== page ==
Reflect for a few minutes on the amazingly changed profile of B2B media. The first thing that’s apparent is that all of the large companies are gone. Fifteen or so years ago, there were many companies in the $300 million to $600 million range. There was VNU, Advanstar, Ziff Davis, IDG, Intertec Publishing, Penton Media, Cahners Business Information, McGraw-Hill, CMP Media, Hanley Wood, Miller Freeman, and more.
Most of those companies are gone. Penton is still a company of scale, but Hanley Wood is much smaller. Cygnus, VNU, Cahners, CMP, Intertec, and others are gone. IDG and Ziff have become radically different. Advanstar lives on as a unit of UBM.
UBM is one remaining giant, and has absorbed several media companies, but its main focus is events.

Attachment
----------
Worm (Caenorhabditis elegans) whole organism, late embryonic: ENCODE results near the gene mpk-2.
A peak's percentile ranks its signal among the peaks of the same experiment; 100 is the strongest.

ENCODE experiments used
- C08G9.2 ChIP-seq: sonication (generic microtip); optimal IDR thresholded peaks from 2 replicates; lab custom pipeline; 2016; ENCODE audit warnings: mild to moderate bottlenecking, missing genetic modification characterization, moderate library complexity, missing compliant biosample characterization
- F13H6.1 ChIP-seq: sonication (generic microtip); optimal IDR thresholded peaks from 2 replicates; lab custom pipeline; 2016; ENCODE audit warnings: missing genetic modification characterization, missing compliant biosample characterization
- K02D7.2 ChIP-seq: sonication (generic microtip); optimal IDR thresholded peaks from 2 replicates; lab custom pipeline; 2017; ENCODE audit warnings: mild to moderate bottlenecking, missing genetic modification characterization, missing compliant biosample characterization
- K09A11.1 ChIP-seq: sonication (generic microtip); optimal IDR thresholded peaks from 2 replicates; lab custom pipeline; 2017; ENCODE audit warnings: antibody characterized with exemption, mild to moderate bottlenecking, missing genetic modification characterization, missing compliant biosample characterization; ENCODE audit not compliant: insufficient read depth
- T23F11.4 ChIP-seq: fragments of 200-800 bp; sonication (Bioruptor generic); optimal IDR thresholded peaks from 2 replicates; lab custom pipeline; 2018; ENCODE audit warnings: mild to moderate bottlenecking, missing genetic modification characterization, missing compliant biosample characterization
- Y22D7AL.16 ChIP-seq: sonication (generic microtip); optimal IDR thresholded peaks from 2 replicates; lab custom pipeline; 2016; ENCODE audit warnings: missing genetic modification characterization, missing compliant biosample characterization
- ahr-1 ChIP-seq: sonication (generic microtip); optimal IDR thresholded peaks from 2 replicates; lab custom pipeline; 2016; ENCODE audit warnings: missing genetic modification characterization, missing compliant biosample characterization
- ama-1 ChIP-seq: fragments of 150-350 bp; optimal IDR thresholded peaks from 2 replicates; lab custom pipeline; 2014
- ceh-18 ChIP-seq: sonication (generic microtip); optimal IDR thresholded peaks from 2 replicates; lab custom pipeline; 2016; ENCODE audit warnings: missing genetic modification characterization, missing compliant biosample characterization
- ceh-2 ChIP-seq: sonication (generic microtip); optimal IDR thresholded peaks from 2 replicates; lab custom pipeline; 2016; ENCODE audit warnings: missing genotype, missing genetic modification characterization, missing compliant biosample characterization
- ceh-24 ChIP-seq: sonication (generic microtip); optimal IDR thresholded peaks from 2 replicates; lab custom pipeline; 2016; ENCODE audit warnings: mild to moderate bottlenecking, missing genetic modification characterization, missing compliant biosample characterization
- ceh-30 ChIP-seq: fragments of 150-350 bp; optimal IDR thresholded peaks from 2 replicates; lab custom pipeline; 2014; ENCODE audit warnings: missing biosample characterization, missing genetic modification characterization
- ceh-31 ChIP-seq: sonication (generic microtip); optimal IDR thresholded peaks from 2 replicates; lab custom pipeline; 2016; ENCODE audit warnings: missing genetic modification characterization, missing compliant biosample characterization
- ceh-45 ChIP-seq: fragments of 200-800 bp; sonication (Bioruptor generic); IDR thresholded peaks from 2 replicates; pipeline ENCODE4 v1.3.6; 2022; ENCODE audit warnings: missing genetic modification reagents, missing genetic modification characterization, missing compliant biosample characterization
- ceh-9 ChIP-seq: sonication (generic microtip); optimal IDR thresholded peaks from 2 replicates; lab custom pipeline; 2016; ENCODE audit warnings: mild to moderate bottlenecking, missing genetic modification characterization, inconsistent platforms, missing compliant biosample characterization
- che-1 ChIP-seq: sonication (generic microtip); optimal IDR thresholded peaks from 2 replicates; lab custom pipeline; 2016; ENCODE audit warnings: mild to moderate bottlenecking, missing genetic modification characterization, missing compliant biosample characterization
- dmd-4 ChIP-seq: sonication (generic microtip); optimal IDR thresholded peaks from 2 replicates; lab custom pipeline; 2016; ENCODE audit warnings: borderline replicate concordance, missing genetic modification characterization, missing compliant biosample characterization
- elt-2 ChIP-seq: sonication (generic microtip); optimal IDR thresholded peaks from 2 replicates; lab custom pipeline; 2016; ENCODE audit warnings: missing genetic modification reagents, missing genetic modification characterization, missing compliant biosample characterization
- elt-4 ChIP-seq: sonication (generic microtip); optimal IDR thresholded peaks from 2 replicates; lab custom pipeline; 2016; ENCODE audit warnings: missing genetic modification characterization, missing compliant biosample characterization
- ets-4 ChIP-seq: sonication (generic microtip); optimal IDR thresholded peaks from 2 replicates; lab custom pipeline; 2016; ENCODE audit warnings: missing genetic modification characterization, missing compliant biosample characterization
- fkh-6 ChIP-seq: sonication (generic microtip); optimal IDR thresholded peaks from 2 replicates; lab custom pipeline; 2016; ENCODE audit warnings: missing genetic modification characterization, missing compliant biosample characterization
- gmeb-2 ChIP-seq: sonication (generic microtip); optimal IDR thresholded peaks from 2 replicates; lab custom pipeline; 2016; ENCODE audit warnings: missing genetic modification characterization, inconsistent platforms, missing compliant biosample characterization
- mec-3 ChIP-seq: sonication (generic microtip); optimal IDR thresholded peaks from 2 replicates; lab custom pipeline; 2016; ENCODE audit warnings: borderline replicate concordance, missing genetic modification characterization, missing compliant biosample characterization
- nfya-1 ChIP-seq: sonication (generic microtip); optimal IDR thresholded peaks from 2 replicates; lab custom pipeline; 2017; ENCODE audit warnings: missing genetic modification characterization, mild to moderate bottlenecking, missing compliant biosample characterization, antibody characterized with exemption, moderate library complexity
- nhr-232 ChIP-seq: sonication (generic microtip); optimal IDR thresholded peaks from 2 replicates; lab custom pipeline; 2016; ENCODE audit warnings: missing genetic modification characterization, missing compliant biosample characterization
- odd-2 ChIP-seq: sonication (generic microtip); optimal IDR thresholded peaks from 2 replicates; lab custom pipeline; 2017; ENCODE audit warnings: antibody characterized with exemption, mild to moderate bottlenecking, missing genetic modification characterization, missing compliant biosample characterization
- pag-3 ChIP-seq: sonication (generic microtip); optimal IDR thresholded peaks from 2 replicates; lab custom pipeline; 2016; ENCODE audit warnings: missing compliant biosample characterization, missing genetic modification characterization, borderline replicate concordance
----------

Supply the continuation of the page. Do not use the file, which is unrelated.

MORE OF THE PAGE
On the far opposite end of the spectrum, B2B media is in a period of great fluidity in the creation of new, much smaller, mostly digital companies. Among these are IndustryDive, Praetorian Digital, G3 Communications, Breaking Media, Skift, SmartBrief, and many others. This is healthy for B2B.
But when a whole swath of companies — an entire economic tier — is wiped out, there’s something existential going on. The underlying trends need to be understood.
“I had this same thought six months ago,” says Hanley Wood’s CEO, Peter Goldstone. “A lot of the big holding companies have been broken up. They divested a lot of assets to smaller capital platforms. Family-owned companies. It’s almost like the way it used to be in the old B2B world.”
Goldstone is not alone in recognizing this. Most of the experienced B2B executives who’ve gone through this industry transformation recognize it too, and can can usually put their finger directly on the cause.